T-Mobile is once again coming under fire from net neutrality proponents.
The nation’s third-largest carrier garnered headlines last week when it introduced a new unlimited data plan starting at $70 for a single line. T-Mobile One, as the plan is branded, caps video delivery to 480p, just as its zero-rated Binge On offering does.
Customers hoping to view higher-quality video must pay an additional $25 per line. And that appears to violate net neutrality guidelines, Jeremy Gillula of the Electronic Frontier Foundation (EFF) told The Daily Dot.
"From what we've read thus far it seems like T-Mobile's new plan to charge its customers extra to not throttle video runs directly afoul of the principle of net neutrality,” Gillula told the Dot. Gillula also cited the FCC’s Open Internet Order, which “explicitly said that ISPs can’t throttle traffic based on its type, or charge customers more in order to avoid discriminatory throttling,” he said.
T-Mobile has gained tremendous momentum over the last two years due in part to the success of zero-rated offerings such as Binge On and Music Freedom, which enable users to access video and music from specific providers without incurring data charges. But the carrier has been criticized for downgrading the quality of Binge On to ease the load on the network as well as for requiring content providers to meet certain technical standards to participate.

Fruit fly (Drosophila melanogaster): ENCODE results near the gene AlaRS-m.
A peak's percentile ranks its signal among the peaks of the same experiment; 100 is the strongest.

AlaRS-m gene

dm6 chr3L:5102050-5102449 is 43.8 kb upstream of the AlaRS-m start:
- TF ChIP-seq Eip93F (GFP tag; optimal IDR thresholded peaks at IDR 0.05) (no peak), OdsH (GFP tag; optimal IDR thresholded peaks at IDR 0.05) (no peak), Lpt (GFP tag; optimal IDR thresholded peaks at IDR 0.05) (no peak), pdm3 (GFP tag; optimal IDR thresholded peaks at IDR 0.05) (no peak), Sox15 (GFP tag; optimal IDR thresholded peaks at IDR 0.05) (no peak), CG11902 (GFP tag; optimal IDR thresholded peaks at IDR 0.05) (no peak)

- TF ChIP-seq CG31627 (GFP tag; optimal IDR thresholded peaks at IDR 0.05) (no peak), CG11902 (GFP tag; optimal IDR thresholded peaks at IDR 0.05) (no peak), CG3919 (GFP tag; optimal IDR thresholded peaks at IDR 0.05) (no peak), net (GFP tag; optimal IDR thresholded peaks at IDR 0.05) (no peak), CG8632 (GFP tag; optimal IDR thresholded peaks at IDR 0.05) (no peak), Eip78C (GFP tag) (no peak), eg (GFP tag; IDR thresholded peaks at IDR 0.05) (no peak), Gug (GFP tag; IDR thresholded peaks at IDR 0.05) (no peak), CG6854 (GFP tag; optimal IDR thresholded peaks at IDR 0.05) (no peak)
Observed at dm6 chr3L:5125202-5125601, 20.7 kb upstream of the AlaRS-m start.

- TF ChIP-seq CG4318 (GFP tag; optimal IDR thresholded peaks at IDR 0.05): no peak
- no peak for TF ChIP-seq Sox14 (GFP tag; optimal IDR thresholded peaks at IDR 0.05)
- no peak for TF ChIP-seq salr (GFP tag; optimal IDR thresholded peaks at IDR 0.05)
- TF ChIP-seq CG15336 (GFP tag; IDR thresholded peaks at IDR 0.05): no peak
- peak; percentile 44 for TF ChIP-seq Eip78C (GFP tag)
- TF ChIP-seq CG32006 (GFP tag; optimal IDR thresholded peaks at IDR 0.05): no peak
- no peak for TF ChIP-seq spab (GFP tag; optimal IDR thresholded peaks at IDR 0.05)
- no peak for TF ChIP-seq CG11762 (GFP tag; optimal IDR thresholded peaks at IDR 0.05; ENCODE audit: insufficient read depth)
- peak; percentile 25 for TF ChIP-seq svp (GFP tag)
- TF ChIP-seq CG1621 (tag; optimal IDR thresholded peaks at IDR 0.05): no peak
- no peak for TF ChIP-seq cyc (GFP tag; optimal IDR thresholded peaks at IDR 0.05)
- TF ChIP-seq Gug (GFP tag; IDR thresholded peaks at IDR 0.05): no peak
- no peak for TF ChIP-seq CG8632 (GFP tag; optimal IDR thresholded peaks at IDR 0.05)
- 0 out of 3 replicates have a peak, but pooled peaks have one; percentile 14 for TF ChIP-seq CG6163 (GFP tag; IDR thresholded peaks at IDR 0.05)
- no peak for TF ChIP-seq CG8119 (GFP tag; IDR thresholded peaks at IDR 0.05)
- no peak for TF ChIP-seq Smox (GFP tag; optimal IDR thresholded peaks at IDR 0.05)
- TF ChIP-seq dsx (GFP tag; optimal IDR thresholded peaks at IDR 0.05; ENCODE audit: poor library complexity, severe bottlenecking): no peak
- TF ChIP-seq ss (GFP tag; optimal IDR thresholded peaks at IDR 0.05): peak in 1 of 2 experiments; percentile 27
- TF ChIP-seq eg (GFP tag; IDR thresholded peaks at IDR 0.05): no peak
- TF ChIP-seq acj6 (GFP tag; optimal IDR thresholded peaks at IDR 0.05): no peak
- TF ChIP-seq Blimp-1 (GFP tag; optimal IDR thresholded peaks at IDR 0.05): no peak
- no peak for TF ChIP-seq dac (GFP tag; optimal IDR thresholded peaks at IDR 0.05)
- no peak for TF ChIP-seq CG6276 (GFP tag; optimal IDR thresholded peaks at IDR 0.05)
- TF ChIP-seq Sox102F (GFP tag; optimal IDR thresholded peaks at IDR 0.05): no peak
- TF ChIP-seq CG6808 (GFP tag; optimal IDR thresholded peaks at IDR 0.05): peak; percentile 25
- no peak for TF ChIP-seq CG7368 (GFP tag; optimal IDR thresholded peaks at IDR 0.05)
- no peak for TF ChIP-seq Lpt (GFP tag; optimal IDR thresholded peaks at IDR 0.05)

Barbara van Schewick, a Stanford law professor and net neutrality expert, filed a report earlier this year with the FCC claiming Binge On "harms competition, innovation and free speech." The program likely violates the FCC's net neutrality rules, she argued, because its technical requirements "categorically exclude" some content providers.
T-Mobile has argued that Binge On "is about customer choices – not limitations," noting the program's popularity. Company executives have said repeatedly that users on qualifying data plans watch more than twice as much video than they did before it launched.
Other wireless carriers have been criticized over net neutrality concerns as well. Both Verizon and AT&T offer sponsored data, for instance, enabling content providers or other companies to pay the cost of delivering data over their networks. Such policies give those companies an unfair advantage over smaller content providers who can’t afford to pay the freight, some have argued.
The FCC voted last year to codify new net neutrality regulations for wireless and wireline networks, and it claims it is monitoring zero-rated data services and evaluating them on a case-by-case basis. The commission has yet to intervene in carriers’ policies regarding zero-rated data, however.
- see this Daily Dot report
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